show.rhtml > the name of the action + .rhtml extension (Rails html file)

These directories are generated by Rails at the time you setup the project.

Another example to illustrate these principles:

class ContractsController < ApplicationController

def destroy

contract = Contract.find_by_number(params[:number]
# removes the row that contains the contract redirect_to 'show'

@contracts = Contract.find(:all)


We have a ContractsController with an action 'destroy'. Obviously this action deletes a certain contract. Lets presume there is a form on a Web page that lets the user delete a contract by pressing a DELETE button. The action 'destroy' starts with looking up the contract to delete using the Contract model: Contract.find_by_number(params[:number]).

The Contract model seems to have a method with the name of the column of interest, 'number' in it. How is it possible? Well, just like Rails adds attributes to the model class based upon the names of the columns of the table it belongs to, it also adds 'find_by_' methods for each column name. As with the automatically added attributes, it doesn't matter if you decide to rename a database column later on, since all this code is added by Rails at runtime. You never have to maintain this generated code! See how Rails gives you a powerful framework to work and yet doesn't require you to write much code?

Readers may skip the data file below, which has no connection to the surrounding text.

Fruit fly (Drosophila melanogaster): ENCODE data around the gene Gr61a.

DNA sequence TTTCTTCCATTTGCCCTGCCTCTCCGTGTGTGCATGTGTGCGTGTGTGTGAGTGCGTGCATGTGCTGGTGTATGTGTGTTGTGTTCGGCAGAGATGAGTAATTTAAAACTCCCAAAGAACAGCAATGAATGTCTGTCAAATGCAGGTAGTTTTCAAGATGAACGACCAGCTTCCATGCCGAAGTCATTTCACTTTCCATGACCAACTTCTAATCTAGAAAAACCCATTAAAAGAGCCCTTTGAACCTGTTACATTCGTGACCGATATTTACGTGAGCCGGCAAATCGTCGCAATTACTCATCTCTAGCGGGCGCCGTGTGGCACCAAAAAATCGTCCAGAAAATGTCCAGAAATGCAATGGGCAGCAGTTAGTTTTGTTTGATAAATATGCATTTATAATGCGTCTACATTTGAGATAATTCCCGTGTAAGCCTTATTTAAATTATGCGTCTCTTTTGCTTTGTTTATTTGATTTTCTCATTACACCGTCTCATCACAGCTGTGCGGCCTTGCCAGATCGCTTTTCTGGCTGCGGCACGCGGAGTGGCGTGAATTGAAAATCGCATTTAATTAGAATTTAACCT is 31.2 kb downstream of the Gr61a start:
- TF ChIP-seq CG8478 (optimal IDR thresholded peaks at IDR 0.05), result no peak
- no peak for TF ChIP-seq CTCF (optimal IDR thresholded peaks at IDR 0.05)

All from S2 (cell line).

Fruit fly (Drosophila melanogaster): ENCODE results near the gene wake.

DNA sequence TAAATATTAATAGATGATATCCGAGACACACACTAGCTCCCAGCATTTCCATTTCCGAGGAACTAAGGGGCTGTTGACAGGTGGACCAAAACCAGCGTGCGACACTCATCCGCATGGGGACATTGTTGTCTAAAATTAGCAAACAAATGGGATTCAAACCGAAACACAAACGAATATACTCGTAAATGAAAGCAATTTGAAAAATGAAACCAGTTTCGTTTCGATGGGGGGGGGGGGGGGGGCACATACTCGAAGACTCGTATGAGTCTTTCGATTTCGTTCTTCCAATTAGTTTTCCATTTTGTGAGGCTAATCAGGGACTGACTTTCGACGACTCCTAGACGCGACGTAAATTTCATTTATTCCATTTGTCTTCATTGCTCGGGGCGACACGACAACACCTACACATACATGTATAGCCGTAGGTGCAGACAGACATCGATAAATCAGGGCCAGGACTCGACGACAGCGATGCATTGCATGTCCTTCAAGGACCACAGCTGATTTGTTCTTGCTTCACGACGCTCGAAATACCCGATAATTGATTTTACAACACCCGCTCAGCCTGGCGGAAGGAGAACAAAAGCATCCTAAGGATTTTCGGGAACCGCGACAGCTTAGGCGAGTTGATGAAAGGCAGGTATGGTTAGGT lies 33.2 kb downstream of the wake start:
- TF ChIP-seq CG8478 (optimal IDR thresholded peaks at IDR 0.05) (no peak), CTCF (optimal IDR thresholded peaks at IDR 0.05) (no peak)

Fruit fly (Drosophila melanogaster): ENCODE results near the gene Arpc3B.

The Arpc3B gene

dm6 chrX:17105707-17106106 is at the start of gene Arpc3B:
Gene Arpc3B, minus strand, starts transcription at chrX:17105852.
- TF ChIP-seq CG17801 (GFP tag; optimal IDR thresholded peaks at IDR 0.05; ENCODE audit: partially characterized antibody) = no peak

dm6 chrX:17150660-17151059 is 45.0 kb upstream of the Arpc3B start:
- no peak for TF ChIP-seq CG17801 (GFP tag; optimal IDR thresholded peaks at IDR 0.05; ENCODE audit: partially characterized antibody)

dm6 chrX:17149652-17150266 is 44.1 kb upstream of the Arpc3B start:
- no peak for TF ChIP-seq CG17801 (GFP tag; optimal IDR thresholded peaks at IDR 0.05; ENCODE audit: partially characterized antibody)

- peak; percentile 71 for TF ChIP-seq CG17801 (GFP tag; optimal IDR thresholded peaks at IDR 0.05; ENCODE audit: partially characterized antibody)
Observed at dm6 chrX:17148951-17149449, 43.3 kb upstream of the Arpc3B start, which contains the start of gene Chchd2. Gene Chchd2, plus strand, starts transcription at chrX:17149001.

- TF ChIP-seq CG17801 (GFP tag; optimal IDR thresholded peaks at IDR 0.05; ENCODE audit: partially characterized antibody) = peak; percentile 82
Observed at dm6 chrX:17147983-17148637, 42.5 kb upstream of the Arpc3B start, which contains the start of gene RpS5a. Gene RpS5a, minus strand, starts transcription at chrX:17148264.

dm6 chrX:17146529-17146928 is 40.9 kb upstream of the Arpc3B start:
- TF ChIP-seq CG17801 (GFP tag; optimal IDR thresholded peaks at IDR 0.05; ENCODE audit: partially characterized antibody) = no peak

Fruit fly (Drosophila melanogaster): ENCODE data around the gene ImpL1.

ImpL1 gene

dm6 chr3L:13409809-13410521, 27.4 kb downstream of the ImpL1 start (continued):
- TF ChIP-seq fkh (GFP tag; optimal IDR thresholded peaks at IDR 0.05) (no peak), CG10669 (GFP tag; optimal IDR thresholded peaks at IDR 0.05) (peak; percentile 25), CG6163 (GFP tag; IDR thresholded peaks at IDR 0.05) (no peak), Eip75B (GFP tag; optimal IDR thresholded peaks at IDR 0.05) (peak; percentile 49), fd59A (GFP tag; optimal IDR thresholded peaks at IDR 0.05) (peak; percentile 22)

Back to our example, after the contract is retrieved, it is removed from the database by calling the method 'destroy', nothing earth-shocking there. The next line is something we have not seen before: redirect_to 'show'. In the previous example, we assumed we wanted to render the loaded information, but in this case we didn't load any information, quite the opposite even! We want to show the user an overview of all remaining contracts after the user deletes one. We will add a separate action 'show' for that. This method can be used by visiting the url 'http://www.myrailsapp.com/contracts/show'. The 'redirect_to' statement lets Rails execute the 'show' action immediately after executing the 'destroy' action. The 'show' action doesn't state anything explicitly after loading all the contracts so it assumes it needs to render a Web page (located in /views/contracts/show just like in the employee example). We could explicitly say to render a Web page if we wanted to by saying: render 'show'.